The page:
Looking at Music
13 Aug 2008 - 05 Jan 2009
Manipulated television set and plastic pearls
9 x 13 x 10" (22.9 x 33 x 25.4 cm)
Gift of The Junior Associates of The Museum of Modern Art, New York, The Greenwich Collection Ltd. Fund, and gift of Margot Ernst. © 2003 The Museum of Modern Art. Photo: Thomas Griesel
August 13, 2008–January 5, 2009
The Yoshiko and Akio Morita Gallery, second floor
In the 1960s, the decade that saw astronauts land on the moon, artists were likewise seeking to expand boundaries of time and space and to have new experiences. At the same time, portable video equipment reached the consumer market—suddenly simultaneity and "now," the present and the past, became content. Musicians led the way in developing new working methods, and music was at the forefront of interdisciplinary experimentation during the early days of media art. This exhibition looks at the dynamic connections that occurred from the mid-1960s to the mid-1970s with a display of early media works by Nam June Paik, Bruce Nauman, Steve Reich, Joan Jonas, Yoko Ono, Laurie Anderson, and David Bowie presented alongside related drawings, prints, and photographs by John Cage, Jack Smith, Ray Johnson, and others.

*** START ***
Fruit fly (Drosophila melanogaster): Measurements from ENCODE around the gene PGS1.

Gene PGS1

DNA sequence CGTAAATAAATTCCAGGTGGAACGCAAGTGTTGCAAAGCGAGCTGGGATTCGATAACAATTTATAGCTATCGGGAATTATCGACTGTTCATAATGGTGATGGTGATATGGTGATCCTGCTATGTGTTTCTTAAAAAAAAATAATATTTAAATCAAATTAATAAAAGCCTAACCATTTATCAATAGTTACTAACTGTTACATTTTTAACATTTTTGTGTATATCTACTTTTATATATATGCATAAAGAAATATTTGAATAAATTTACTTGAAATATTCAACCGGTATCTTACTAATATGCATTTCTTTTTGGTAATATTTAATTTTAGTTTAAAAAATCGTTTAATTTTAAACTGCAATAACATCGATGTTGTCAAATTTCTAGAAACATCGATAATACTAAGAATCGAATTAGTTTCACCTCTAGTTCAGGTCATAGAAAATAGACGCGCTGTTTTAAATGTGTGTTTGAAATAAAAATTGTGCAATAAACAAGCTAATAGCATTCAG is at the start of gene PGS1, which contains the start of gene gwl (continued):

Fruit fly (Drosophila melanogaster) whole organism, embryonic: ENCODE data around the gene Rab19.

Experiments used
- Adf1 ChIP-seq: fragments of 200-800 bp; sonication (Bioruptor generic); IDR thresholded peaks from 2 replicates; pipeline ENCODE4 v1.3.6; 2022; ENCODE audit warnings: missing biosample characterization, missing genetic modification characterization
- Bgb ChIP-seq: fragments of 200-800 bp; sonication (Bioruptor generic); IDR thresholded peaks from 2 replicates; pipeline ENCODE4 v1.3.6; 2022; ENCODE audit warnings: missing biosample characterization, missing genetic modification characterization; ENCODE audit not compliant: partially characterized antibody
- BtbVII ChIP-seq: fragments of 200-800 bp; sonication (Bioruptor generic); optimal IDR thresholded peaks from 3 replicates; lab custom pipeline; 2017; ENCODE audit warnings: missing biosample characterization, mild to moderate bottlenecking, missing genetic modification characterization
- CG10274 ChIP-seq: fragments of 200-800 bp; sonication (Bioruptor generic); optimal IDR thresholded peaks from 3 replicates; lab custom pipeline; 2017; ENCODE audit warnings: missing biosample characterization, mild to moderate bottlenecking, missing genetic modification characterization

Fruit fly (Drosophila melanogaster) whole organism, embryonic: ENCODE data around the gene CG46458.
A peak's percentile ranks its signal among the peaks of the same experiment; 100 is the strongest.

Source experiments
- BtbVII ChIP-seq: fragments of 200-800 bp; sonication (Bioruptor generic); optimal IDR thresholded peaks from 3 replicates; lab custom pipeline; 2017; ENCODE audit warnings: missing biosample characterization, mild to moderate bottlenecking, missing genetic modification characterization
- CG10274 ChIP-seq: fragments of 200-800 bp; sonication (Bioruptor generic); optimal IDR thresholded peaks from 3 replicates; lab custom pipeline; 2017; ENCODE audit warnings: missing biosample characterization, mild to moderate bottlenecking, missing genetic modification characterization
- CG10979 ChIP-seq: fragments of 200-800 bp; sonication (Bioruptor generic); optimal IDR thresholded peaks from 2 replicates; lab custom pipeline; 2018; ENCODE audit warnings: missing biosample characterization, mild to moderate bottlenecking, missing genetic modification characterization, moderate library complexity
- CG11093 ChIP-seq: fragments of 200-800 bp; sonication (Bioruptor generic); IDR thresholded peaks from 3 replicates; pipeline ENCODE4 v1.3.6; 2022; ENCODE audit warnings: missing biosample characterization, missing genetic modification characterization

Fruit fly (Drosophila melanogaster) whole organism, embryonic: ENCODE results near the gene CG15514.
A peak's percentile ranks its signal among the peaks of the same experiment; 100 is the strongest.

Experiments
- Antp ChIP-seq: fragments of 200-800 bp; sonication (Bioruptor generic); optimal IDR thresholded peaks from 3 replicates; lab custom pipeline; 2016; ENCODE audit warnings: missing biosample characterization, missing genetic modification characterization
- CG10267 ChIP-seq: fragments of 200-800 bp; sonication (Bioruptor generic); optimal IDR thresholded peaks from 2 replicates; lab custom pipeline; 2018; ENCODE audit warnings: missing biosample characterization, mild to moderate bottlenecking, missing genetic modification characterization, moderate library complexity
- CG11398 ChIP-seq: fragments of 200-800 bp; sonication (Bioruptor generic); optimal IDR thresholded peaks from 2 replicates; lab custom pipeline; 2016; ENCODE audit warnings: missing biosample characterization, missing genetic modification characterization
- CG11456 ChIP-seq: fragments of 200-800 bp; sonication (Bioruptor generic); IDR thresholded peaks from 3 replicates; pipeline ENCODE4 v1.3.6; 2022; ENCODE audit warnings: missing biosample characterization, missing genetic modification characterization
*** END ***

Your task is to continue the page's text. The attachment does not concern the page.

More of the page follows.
Music was at the forefront of interdisciplinary experimentation in the 1960s, when the mixing of mediums took off. Portable video cameras, electric guitars, and an aura of technical innovation all fostered radical experimentation; it seemed as though every artist was in a band, and some artists studied music formally before gravitating to one of the new art forms. Word repetition, strings of ordinary sounds, and evocative melodies materialized on the palates of artists.
Looking at Music explores the dynamic cross-fertilizations among music, video, installation, and what was known as “mixed media” art in the decade after 1965. Rapid changes in technology can be traced in early music videos by The Beatles, David Bowie, Captain Beefheart, The Residents, and Devo, all drawn from the Museum’s collection. They are characterized by the same raw innocence that can be found in the small-press publications and artists’ books that emerged as an important forum for writers, artists, and radical thinkers investigating the novel art forms of the day.
The exhibition is organized by Barbara London, Associate Curator,
Department of Media.